People are always surprised when I tell them that steamed mussels are the national dish of Belgium. If I had a penny for every time someone says "Oh, really?", accompanied by an astonished expression on their faces, then I'd be able to buy all the Liege waffles my stomach desires.
The more I thought about it though, the more I realized that I shouldn't have been surprised. After all, the mention of the words "Belgian cuisine" conjures up images of fine chocolates, world-renowned Trappist beers, Belgian (technically Brussels and Liege) waffles, and Belgian (don't call them French) fries. So quite understandable for mussels to get lost in the shuffle. I'm still wondering if Brussels sprouts are in fact from Belgium, but I'll leave that question to be answered another day.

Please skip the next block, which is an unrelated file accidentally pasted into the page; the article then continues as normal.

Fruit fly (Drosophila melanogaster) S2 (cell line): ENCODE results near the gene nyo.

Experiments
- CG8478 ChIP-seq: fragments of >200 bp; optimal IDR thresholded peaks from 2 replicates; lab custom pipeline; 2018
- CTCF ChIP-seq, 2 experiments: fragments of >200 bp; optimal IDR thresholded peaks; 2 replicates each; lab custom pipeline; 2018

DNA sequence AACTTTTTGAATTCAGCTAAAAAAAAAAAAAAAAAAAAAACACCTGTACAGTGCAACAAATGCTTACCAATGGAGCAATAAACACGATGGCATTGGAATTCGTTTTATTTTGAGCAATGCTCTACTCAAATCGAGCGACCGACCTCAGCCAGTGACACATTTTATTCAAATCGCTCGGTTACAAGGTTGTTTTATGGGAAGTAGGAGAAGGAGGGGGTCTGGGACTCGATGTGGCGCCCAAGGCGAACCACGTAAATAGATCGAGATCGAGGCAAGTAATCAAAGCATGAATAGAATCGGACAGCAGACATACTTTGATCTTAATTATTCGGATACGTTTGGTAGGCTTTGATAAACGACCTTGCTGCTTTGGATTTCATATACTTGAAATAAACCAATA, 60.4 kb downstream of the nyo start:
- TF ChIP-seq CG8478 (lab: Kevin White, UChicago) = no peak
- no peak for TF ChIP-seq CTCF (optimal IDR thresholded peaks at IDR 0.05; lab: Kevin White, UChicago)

Mussels are usually served in big pots, and come in different flavors. They can be cooked in natural herbs, in white beer (usually Hoegaarden), provencale (tomatoes, onions), mariniere (white wine), or Thailandese/l'indienne (in curry). As with every dish, a side of pomme frites serves as an accompaniment, with mayonnaise and mustard as dipping sauces. This "weird" combination has also elicited a lot of incredulous responses, believe it or not.
On my trip to Belgium last summer, my friend Luc and I ate mussels a couple of times, and after seeing him frown and shake his head at my ineptitude in getting the mussel meat out, Luc offered to demonstrate the "proper" Belgian technique for eating them. The Belgian way requires the use of no utensils, and I found it to be quite nifty and conducive to the consumption of mussels. In short, brilliant!!!
Check out Luc's mussels eating demonstration in the video below. Even with no prior acting experience, he didn't appear nervous and performed his role confidently, needing only two takes.